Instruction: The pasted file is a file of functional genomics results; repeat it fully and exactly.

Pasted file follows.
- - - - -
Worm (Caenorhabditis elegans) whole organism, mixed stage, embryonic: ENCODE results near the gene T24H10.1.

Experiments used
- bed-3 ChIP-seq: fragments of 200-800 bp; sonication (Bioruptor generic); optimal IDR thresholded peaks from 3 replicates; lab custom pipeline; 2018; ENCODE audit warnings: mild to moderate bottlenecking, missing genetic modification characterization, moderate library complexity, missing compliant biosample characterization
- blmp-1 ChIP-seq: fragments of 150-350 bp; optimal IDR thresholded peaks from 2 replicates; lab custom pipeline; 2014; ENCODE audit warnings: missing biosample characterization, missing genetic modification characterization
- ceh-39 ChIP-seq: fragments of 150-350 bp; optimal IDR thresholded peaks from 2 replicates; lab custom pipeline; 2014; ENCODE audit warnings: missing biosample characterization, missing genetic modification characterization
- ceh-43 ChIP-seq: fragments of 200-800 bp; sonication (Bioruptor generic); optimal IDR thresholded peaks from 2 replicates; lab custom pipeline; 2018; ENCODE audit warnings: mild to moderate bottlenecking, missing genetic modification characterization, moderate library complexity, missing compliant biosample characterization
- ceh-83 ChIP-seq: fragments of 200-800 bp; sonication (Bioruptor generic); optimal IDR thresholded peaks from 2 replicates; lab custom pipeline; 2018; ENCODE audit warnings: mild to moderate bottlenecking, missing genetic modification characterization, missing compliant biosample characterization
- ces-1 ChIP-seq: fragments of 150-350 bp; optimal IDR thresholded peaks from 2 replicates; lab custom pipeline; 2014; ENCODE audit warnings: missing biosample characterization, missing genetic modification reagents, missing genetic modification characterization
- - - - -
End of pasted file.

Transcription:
Worm (Caenorhabditis elegans) whole organism, mixed stage, embryonic: ENCODE results near the gene T24H10.1.

Experiments used
- bed-3 ChIP-seq: fragments of 200-800 bp; sonication (Bioruptor generic); optimal IDR thresholded peaks from 3 replicates; lab custom pipeline; 2018; ENCODE audit warnings: mild to moderate bottlenecking, missing genetic modification characterization, moderate library complexity, missing compliant biosample characterization
- blmp-1 ChIP-seq: fragments of 150-350 bp; optimal IDR thresholded peaks from 2 replicates; lab custom pipeline; 2014; ENCODE audit warnings: missing biosample characterization, missing genetic modification characterization
- ceh-39 ChIP-seq: fragments of 150-350 bp; optimal IDR thresholded peaks from 2 replicates; lab custom pipeline; 2014; ENCODE audit warnings: missing biosample characterization, missing genetic modification characterization
- ceh-43 ChIP-seq: fragments of 200-800 bp; sonication (Bioruptor generic); optimal IDR thresholded peaks from 2 replicates; lab custom pipeline; 2018; ENCODE audit warnings: mild to moderate bottlenecking, missing genetic modification characterization, moderate library complexity, missing compliant biosample characterization
- ceh-83 ChIP-seq: fragments of 200-800 bp; sonication (Bioruptor generic); optimal IDR thresholded peaks from 2 replicates; lab custom pipeline; 2018; ENCODE audit warnings: mild to moderate bottlenecking, missing genetic modification characterization, missing compliant biosample characterization
- ces-1 ChIP-seq: fragments of 150-350 bp; optimal IDR thresholded peaks from 2 replicates; lab custom pipeline; 2014; ENCODE audit warnings: missing biosample characterization, missing genetic modification reagents, missing genetic modification characterization